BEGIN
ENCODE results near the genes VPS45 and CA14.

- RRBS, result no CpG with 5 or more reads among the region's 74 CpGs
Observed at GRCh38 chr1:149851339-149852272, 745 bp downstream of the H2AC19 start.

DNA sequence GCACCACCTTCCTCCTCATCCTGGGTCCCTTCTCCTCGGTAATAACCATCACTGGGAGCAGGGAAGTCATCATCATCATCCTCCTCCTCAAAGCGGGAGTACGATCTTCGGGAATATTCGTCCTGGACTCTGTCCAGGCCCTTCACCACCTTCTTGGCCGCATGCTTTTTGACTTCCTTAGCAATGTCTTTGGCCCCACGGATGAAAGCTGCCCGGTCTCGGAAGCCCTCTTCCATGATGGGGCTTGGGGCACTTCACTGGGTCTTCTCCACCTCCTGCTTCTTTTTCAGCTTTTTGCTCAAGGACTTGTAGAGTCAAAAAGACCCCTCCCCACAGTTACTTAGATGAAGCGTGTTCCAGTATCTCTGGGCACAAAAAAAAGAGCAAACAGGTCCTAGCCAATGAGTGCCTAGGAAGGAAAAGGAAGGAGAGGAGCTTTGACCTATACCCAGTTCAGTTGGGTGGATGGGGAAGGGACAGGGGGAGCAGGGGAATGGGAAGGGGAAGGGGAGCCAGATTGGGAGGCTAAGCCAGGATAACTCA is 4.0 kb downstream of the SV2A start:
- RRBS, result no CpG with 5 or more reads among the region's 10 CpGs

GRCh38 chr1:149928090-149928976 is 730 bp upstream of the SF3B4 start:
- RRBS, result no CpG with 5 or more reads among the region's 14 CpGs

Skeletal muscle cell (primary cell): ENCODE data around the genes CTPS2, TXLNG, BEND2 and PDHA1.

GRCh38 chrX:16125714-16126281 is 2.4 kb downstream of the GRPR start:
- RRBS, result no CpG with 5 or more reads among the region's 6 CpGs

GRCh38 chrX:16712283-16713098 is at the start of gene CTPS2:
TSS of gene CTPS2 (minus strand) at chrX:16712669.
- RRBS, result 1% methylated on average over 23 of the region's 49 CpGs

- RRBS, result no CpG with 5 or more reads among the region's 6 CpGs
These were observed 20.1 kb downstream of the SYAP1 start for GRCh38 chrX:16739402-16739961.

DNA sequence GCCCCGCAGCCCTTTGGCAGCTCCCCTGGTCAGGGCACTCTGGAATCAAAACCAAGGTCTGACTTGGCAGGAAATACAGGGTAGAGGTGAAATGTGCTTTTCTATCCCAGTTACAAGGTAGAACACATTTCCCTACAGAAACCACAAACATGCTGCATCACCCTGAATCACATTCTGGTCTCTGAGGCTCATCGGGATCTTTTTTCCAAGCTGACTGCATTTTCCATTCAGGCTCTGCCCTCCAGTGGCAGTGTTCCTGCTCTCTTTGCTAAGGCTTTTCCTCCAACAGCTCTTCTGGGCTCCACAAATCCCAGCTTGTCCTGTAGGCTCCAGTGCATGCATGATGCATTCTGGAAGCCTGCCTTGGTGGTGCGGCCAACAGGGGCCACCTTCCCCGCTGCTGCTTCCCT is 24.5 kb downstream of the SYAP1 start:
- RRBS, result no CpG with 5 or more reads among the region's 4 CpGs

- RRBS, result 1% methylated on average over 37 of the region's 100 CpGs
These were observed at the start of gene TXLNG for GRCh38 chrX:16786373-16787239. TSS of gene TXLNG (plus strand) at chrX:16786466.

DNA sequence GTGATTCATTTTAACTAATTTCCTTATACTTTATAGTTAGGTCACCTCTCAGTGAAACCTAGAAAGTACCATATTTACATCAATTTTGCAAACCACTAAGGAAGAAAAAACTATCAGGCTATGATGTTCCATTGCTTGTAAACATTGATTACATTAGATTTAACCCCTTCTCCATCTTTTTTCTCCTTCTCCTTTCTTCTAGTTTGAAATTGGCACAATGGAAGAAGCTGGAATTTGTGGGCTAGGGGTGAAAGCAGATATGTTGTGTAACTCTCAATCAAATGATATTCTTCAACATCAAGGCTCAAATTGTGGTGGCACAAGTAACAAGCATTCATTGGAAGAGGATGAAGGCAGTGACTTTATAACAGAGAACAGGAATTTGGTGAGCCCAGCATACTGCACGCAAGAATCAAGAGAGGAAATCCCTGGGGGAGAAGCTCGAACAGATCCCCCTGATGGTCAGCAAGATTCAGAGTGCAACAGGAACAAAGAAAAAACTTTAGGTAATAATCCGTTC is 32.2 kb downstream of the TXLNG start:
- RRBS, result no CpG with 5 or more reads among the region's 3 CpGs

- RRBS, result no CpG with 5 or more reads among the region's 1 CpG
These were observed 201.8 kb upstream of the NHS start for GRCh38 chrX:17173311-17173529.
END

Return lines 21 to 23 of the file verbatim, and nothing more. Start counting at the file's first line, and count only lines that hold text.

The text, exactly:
- RRBS, result no CpG with 5 or more reads among the region's 3 CpGs

- RRBS, result no CpG with 5 or more reads among the region's 1 CpG
These were observed 201.8 kb upstream of the NHS start for GRCh38 chrX:17173311-17173529.